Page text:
Tiny holes – what are they good for?

Your jacket's got holes in it, but they're tiny, and that's a good thing. Here's why.

Your friendly neighborhood gear geek is back. My name is Bjørn and I'm a hardware designer here at Norrøna. I love geeking out about gear, and today I'm going to tell you about tiny holes.

So you’ve just bought yourself a sweet falketind Gore-Tex jacket, and you’re wondering, how can this jacket be both waterproof and breathable at the same time? Well, my friend, you’ve come to the right place. A quick glance at the hang tag on your new jacket will tell you that Gore-Tex is guaranteed to keep you dry, but you’re like me, you thirst for a deeper knowledge. You want to know more, you want to know how. So today we’re taking a deep dive into the fascinating world of tiny holes. Funfact: did you know that the first ever jacket with a waterproof breathable membrane was a Gore-Tex jacket made in the 1970s?

Fun Fact Norrøna made Europe’s first Gore-Tex jacket in 1977.

First we need a surface on which to place a tiny hole. This is the microporous waterproof breathable membrane, or ePTFE memrane, or Gore-Tex membrane. It’s a thin film of expanded polytetrafluoroethylene, laminated to two thin sheets of fabric, the backer (the inside of your jacket) and the face (the outside of your jacket). This thin film of ePTFE (commonly known as Teflon) has a whole bunch of  holes in it. How many? Over 1 billion holes per square centimeter! But to be able to fit that many holes in just one square cm, they have to be really tiny, or there wouldn’t be any membrane left. So how tiny are these holes? Super tiny! Each hole, or pore, is 0.2 μm (micrometers) in diameter to be exact. Hence the name microporous.

That’s 0.2 x 10-6 meters, or 0.0000002 meters. This is so tiny it’s difficult to comprehend, but imagine this; if a human only needed 0.2 μm of spaghetti each day to survive, and you had a one meter long piece of spaghetti, and cut it into 10 million pieces, you could feed the entire country of Sweden (population of roughly 10 million) for two days.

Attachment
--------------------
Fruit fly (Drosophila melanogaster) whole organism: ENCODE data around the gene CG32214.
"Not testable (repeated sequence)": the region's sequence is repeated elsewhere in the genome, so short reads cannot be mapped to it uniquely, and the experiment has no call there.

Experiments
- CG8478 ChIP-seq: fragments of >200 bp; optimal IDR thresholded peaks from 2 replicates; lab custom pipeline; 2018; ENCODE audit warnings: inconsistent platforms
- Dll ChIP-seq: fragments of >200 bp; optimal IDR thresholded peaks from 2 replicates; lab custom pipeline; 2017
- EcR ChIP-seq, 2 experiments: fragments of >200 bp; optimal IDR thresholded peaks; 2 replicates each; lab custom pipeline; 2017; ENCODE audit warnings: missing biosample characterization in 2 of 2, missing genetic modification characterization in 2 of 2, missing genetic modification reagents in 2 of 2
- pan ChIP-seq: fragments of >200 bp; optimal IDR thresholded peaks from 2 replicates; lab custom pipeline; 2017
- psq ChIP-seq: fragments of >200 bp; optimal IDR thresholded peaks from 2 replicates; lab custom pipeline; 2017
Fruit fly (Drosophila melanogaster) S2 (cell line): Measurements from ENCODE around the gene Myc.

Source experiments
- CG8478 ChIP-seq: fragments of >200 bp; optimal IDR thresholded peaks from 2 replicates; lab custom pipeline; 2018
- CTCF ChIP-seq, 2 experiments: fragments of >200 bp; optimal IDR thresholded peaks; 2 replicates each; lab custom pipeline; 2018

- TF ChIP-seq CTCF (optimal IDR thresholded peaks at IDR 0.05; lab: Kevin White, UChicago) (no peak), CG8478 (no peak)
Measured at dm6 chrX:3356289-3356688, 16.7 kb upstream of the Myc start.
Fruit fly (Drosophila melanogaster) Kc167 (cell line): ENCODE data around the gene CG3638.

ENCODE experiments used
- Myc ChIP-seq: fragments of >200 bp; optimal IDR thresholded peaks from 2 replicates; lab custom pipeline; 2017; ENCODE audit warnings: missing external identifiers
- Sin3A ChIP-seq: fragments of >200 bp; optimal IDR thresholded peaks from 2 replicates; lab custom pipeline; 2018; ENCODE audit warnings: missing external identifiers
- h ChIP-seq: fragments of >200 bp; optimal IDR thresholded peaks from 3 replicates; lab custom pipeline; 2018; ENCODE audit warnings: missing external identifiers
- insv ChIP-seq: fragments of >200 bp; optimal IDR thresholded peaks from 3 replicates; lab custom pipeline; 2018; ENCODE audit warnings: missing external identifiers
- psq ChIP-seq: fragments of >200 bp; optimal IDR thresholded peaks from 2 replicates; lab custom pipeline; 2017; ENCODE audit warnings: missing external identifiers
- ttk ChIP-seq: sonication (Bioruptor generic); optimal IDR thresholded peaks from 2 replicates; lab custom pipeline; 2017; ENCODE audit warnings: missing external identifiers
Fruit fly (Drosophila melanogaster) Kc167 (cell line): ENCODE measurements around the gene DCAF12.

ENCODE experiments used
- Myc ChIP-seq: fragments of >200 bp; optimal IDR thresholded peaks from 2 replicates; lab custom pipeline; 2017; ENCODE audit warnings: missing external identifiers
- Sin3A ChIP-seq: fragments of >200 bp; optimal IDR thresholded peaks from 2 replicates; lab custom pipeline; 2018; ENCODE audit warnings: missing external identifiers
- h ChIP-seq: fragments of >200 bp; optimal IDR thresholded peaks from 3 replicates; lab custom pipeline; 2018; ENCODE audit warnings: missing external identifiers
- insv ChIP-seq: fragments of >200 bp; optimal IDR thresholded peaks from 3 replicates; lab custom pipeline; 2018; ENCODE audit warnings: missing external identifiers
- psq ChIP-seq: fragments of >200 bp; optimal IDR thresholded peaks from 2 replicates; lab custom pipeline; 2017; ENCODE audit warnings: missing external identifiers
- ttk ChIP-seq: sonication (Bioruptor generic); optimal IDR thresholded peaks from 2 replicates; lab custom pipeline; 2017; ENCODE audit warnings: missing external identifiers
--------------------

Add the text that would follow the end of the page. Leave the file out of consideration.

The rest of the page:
The whole point of the hole (pun shamelessly intended) is for it to be too small for a water droplet to pass through, but large enough for a water molecule (gas, or air if you will) to pass through. A typical rain droplet is 100 μm in diameter. Water droplets in a mist, fog or cloud are much smaller, at around 10-15 μm, but still much bigger than 0.2 μm. Water molecules on the other hand, as in the gas that is formed on the inside of your jacket as sweat evaporates off of your body, are much smaller at 0.00028 μm in diameter. And voila, your falketind jacket is waterproof and breathable at the same time!

Ok, so maybe the spaghetti didn’t make much sense so let’s look at some other tiny things to help us wrap our head around just how small the holes in a microporous membrane are.

Stuff that can't pass through your falketind jacket

1-10 μm – length of a typical bacterium

3-8 μm – diameter of spider web silk
μm – length of a spermatozoon’s head
10-15 μm – diameter of a cloud droplet
17-181 
μm – diameter of a human hair
100 μm – diameter of a rain droplet

PS: the greatest particle size that can fit through a surgical mask is 0.1 μm wide, which is why you don’t see surgeons wearing rain jackets on their faces. But, if you were a tiny person who eats tiny spaghetti, you could use a surgical mask as a breathable and waterproof roof on your tiny house.

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